It’s important to note that this ‘time signature’ (often called ‘metre’) is also a rule. You cannot, by decree, fit three ordinary crotchets or quarter notes into a bar if the time signature calls for two. For this fence design, there isn’t room for three pickets between the fence posts. If you put only one crotchet in that space, then there will be a gap in the fence and all of your sheep will escape, to the ruin of you and your family. If your fence design simply must have three pickets between the posts, if your tune undeniably has three strong pulses per musical segment, then you’d better change the rule so that the top number is a 3. If your fence design calls for wider or narrower pickets, then we’ll need to change bottom number – normally to a power of two: 2, 8 or 16, for example. Remember that we’re dealing with fractions in a way, and that the bigger the bottom number, the shorter the note duration.
Here’s another very important note: time signatures don’t really have anything to do with tempo, though they sometimes can give an initial impression of speed. Technically speaking, time signatures are all about the organisation of beats and beat groupings. In its most basic musical sense, the word tempo – Italian for time – has to do with how fast you’re moving alongside the fence and its pickets. Are you crawling on your knees, walking moderately fast, jogging, or riding atop a galloping sheep? That’s what tempo is generally about, not the time signature. 2/4 can be achingly slow, moderately paced, Mach 2, or anything in between.
To further clarify, if you have the same exact melody written out in three different metres as in the graphic above – one in 2/4, another in 2/2, and another in 2/32 – they will all look different on the page, but they will all sound and feel the same if the indicated tempo is the same (e.g. 96 beats per minute). Whether the beat-note is a crotchet, minim, or demi-semi-quaver depends more on convention, which may ultimately be based on how clear and easy it is to read on the page. We pipers are far more used to reading quicksteps in 2/4. And quicksteps may be notated that way because, for example, writing it in 2/32 would be cumbersome to read: the pulse notes would be demi-semi-quavers, or 32nd-notes, each having a trio of flags or beams. The faster runs within the tune would then require hemi-demi-semi-quavers and semi-hemi-demi-semiquavers (64th and 128th notes) requiring four and five flags or beams per note. Ultimately that would result in at least four times as much ink as the 2/4 version, making a page of music much more visually cluttered. Sure, you could also write the same tune out in a 2/1 metre, in which the semibreve (whole note) gets the beat, but that might give the initial impression, visually, that this is a much slower tune. The beat groupings would then be less visually apparent, too.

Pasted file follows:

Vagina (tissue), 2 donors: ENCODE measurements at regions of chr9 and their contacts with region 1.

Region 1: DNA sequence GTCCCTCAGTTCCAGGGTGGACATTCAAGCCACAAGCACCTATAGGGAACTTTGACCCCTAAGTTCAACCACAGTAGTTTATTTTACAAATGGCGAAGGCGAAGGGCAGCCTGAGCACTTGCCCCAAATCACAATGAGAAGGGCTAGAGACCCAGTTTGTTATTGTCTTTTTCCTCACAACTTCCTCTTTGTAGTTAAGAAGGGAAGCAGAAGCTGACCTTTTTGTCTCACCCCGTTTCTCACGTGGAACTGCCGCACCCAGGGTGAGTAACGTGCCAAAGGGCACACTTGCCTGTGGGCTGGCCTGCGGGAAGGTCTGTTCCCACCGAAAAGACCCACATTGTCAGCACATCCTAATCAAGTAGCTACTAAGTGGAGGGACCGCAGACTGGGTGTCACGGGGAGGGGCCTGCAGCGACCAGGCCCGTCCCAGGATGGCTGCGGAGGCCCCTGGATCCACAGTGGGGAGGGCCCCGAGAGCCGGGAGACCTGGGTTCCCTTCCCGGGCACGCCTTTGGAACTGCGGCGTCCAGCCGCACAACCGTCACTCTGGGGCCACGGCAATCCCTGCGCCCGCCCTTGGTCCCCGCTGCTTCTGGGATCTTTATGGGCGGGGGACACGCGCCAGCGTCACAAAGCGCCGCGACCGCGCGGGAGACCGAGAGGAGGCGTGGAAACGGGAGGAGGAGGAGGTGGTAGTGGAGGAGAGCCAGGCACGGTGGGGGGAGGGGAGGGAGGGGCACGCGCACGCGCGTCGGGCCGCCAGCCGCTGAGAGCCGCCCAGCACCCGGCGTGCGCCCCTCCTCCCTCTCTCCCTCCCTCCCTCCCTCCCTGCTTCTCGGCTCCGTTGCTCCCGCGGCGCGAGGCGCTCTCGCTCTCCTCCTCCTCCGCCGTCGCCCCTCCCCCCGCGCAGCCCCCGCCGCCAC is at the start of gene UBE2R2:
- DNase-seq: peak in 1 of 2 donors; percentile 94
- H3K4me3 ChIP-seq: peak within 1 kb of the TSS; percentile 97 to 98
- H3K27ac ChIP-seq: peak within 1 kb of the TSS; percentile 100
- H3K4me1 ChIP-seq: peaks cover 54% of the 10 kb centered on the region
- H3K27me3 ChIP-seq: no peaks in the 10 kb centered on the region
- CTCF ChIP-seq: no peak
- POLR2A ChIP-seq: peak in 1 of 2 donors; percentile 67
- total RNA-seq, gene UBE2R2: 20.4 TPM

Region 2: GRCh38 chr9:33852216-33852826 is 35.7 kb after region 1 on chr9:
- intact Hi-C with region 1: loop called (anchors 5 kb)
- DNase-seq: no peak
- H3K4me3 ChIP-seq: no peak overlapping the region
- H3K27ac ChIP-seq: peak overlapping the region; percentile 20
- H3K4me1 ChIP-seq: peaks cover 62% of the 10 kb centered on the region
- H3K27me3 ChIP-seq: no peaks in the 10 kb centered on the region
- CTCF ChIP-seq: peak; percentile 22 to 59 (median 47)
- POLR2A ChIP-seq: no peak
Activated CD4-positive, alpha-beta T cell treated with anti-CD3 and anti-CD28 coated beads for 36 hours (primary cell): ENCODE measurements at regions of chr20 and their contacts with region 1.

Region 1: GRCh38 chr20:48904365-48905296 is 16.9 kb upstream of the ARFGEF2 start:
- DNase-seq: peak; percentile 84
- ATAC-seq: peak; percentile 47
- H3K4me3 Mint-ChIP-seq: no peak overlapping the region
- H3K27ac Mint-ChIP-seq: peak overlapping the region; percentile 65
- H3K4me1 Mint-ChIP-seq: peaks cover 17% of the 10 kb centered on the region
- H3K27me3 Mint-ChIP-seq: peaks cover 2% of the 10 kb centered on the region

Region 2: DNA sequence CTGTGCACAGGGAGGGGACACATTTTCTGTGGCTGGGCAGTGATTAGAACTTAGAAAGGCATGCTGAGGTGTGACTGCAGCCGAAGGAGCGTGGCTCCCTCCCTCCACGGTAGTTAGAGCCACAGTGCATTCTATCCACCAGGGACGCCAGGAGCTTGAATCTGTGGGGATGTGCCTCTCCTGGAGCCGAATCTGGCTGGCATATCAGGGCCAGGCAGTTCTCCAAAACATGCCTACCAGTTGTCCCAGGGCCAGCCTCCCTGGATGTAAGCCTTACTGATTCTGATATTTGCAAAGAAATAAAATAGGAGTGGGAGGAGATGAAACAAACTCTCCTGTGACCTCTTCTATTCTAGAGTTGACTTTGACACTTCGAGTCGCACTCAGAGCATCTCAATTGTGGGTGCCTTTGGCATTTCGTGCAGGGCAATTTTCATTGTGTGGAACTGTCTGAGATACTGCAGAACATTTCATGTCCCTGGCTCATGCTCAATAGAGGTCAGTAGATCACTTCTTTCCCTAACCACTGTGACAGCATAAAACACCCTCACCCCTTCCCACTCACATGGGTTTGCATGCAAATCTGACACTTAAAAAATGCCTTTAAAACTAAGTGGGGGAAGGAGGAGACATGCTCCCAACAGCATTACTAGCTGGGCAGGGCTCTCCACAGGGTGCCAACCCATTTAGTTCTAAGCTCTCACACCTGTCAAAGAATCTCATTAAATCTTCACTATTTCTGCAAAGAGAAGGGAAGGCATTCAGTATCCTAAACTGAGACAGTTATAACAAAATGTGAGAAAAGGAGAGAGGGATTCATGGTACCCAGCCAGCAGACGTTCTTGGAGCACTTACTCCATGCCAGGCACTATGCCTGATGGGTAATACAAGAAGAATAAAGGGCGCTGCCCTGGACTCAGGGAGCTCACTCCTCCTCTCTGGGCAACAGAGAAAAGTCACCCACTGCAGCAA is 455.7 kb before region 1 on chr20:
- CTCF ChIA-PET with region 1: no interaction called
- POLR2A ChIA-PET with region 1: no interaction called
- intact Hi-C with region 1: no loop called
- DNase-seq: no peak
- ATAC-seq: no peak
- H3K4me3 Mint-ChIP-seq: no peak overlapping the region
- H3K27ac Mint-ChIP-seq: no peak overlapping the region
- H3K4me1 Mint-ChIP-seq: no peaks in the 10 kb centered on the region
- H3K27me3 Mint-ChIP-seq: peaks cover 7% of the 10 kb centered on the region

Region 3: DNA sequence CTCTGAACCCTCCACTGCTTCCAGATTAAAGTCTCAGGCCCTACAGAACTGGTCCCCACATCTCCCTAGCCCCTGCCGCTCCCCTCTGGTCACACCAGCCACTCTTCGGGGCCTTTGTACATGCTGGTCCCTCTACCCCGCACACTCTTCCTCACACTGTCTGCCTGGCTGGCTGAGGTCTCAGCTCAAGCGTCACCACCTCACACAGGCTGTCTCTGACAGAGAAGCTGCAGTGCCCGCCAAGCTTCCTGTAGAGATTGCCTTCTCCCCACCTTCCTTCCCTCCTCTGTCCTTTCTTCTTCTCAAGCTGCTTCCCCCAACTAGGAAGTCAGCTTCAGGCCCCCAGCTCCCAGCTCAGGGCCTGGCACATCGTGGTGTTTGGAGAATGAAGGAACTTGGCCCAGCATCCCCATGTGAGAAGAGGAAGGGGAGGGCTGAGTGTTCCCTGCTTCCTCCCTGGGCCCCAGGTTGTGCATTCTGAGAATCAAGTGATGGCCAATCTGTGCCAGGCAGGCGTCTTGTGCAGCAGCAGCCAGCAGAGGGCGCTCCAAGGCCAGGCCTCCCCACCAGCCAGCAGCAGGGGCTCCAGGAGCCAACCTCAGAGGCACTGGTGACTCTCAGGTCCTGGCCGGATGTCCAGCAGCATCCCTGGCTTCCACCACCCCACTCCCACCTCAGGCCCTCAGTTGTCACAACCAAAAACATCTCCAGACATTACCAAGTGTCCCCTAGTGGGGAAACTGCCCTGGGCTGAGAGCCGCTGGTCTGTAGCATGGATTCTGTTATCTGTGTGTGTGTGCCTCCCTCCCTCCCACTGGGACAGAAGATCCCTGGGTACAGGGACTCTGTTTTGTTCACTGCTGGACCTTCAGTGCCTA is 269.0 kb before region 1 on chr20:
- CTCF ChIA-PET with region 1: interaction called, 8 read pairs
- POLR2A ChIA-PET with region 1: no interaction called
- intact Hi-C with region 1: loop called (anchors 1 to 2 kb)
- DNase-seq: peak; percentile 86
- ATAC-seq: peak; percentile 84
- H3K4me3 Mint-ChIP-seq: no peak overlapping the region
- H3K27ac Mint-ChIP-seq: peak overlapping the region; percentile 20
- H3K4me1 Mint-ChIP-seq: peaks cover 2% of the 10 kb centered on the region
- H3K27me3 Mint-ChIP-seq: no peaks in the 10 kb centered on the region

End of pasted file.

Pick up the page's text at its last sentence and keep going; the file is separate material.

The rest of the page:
One final note: if you thought the mentions of sheep in this article were inane and unnecessary ewe-phemisms, you’d be right. But you may nonetheless appreciate the following: according to Google’s dictionary, the origins of the word ‘signature’ (as in time signature), include signatura, a late-Latin term once used to refer to the markings on sheep.
Tim Cummings plays, teaches, writes and publishes bagpipe music. His Theory Top-Up series ran in Piping Today magazine for more than five years.
Theory Top-Up articles published on Bagpipe.News so far:
- Tunes in the key of D-Major
- Tunes in the key of A-Mixolydian
- Tunes in the key of A-Major
- Tunes based on a ‘gapped’ A scale
- Tunes based in A-pentatonic major
- Tunes in B-minor
- Double Tonic Tunes
- Tunes in the Dorian mode
- Tunes in G-Major
- Exotic tunes and tunes that change key
- Compressing tunes with low F-sharp notes
- Compressing tunes with high-B notes
- Theory Top-Up Harmonics: an introduction to the mysterious overtones in our music
- Theory Top-Up Harmonics Part 2: continuing the discussion on overtones
- Theory Top-Up Harmonics Part 3: using harmonics to fine-tune our pipes
- Theory Top-Up: An introduction to writing harmony for ensembles
- Theory Top-Up: writing harmonies of thirds
- Theory Top-Up: discovering chords 1 (as a basis for crafting harmonies)
- Theory Top-Up: discovering chords 2 (as a basis for crafting harmonies)
- Theory Top-Up: Elaborating on chord based harmonies
- Theory Top-Up: writing chord-based harmonies for slow airs
- Theory Top Up: harmonies that imitate uilleann pipe regulators
- Theory Top-Up: harmonies derived from hymns
- Theory Top-Up: learning tunes by ear
- Theory Top-Up: the signature of time